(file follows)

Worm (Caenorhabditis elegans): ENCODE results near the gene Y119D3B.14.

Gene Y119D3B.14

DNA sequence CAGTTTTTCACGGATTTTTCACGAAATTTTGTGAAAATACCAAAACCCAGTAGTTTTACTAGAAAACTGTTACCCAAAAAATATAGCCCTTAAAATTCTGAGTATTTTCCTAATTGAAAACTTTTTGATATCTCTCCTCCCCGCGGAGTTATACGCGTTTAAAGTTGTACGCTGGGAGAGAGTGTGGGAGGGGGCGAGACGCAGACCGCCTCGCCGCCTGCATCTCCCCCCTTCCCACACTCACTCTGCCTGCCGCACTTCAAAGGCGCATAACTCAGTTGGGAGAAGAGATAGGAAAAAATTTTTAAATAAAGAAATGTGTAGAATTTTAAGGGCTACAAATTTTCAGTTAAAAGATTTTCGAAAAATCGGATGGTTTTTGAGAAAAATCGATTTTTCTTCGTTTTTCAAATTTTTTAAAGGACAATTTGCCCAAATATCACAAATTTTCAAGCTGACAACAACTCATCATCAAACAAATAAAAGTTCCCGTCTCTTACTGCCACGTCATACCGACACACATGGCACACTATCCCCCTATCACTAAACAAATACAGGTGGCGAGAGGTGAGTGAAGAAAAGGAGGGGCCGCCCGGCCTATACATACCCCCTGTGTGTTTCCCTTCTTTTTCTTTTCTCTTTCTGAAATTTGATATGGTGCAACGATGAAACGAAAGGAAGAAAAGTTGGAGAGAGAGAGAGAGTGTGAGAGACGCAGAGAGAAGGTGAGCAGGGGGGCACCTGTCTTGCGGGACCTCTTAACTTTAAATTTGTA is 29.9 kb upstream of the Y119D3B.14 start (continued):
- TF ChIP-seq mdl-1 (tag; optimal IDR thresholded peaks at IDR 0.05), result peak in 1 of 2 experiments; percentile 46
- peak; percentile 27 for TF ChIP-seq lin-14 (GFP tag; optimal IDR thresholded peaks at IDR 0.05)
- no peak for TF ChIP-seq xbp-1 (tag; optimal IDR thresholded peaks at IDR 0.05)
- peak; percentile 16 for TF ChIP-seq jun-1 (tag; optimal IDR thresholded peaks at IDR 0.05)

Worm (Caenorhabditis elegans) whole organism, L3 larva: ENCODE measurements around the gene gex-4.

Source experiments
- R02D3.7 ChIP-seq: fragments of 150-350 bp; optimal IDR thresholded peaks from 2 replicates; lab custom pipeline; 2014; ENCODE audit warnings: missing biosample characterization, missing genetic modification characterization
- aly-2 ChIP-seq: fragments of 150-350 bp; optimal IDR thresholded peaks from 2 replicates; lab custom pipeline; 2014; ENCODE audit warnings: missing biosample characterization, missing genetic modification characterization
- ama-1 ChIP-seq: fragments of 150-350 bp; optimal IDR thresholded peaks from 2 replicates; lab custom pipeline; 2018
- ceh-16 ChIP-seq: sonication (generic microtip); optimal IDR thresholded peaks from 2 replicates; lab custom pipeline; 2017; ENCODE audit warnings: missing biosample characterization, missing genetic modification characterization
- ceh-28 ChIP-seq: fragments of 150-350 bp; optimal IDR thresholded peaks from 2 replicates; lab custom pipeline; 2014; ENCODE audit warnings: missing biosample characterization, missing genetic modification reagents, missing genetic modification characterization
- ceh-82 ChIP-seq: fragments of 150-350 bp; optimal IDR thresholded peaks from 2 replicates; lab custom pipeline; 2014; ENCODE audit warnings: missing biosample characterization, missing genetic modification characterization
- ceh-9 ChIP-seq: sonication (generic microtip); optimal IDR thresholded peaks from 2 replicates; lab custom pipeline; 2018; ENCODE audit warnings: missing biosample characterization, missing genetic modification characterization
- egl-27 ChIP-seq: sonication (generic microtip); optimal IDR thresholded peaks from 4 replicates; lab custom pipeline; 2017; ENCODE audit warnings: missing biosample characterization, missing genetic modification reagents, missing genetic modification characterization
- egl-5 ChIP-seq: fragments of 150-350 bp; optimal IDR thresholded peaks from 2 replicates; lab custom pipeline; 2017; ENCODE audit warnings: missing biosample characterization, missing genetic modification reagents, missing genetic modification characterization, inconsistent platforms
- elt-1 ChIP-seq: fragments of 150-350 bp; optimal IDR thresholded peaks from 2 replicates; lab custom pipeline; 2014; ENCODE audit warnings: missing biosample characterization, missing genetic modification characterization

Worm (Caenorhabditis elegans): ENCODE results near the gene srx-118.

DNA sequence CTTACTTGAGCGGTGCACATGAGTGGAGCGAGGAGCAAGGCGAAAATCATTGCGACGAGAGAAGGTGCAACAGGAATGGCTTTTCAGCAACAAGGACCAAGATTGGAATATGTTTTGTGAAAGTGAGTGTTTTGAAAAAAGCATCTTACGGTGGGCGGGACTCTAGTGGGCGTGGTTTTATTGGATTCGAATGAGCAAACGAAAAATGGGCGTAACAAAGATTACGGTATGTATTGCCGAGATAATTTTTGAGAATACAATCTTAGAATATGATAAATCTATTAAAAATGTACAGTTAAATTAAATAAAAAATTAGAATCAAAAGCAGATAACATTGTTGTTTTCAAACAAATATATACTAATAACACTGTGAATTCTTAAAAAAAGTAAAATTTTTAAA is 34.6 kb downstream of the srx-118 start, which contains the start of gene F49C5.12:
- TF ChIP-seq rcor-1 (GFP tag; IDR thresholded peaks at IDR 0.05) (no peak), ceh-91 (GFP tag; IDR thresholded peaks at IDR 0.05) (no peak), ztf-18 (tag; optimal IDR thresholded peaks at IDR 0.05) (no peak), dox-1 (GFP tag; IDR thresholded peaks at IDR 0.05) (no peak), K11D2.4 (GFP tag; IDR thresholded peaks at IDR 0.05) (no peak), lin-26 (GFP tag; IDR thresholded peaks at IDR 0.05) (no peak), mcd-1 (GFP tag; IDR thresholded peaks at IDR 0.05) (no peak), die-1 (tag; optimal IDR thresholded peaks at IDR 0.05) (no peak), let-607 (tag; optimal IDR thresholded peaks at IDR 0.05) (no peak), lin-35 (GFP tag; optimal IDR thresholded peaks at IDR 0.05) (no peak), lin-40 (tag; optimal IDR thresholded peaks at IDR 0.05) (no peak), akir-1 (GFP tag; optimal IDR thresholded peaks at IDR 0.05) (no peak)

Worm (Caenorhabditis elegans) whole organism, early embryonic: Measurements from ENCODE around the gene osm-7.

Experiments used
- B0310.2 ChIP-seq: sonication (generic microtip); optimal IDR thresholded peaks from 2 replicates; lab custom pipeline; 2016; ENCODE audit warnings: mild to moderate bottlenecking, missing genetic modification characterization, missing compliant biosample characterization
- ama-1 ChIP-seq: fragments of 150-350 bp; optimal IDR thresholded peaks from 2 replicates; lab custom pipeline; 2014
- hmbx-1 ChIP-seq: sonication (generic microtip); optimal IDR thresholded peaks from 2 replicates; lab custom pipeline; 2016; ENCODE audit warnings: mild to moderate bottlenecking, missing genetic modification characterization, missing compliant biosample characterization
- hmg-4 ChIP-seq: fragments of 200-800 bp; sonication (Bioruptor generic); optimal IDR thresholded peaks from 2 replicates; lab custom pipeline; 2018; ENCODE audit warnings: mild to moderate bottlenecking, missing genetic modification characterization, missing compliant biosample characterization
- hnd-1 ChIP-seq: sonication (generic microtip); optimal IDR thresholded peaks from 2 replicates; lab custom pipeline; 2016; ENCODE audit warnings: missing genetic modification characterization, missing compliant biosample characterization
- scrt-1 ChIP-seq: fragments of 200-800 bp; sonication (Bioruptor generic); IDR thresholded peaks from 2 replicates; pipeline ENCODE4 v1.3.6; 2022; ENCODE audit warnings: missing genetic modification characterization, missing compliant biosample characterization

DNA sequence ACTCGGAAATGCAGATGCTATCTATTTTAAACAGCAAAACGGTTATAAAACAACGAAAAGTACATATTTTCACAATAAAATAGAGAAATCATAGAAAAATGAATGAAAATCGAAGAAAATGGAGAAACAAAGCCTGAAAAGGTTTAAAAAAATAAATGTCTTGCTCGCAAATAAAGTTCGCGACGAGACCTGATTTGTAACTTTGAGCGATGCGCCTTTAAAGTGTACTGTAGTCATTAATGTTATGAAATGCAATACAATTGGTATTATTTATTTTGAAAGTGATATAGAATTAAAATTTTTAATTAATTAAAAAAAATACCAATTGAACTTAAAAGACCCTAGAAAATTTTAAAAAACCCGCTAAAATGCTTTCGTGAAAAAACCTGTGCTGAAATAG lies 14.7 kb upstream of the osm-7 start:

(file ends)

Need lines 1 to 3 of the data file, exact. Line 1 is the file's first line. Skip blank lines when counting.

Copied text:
Worm (Caenorhabditis elegans): ENCODE results near the gene Y119D3B.14.

Gene Y119D3B.14

DNA sequence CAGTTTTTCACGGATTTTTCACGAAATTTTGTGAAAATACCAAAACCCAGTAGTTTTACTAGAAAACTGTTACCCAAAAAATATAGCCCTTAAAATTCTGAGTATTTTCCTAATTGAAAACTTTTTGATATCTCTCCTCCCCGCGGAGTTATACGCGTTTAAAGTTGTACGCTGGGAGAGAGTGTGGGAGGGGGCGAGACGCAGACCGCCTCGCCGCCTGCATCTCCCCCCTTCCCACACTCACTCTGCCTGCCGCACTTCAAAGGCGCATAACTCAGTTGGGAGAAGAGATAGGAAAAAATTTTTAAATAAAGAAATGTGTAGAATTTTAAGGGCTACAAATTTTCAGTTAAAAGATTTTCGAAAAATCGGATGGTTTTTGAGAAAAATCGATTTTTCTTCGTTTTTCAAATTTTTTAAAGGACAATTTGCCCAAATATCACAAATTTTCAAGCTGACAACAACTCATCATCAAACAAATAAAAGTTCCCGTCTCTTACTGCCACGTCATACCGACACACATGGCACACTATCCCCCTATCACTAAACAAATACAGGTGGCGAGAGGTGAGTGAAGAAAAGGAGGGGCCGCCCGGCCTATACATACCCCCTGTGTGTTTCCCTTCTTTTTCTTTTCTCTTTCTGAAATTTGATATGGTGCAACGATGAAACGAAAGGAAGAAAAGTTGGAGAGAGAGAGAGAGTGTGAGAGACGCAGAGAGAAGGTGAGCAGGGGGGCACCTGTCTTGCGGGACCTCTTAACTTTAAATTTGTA is 29.9 kb upstream of the Y119D3B.14 start (continued):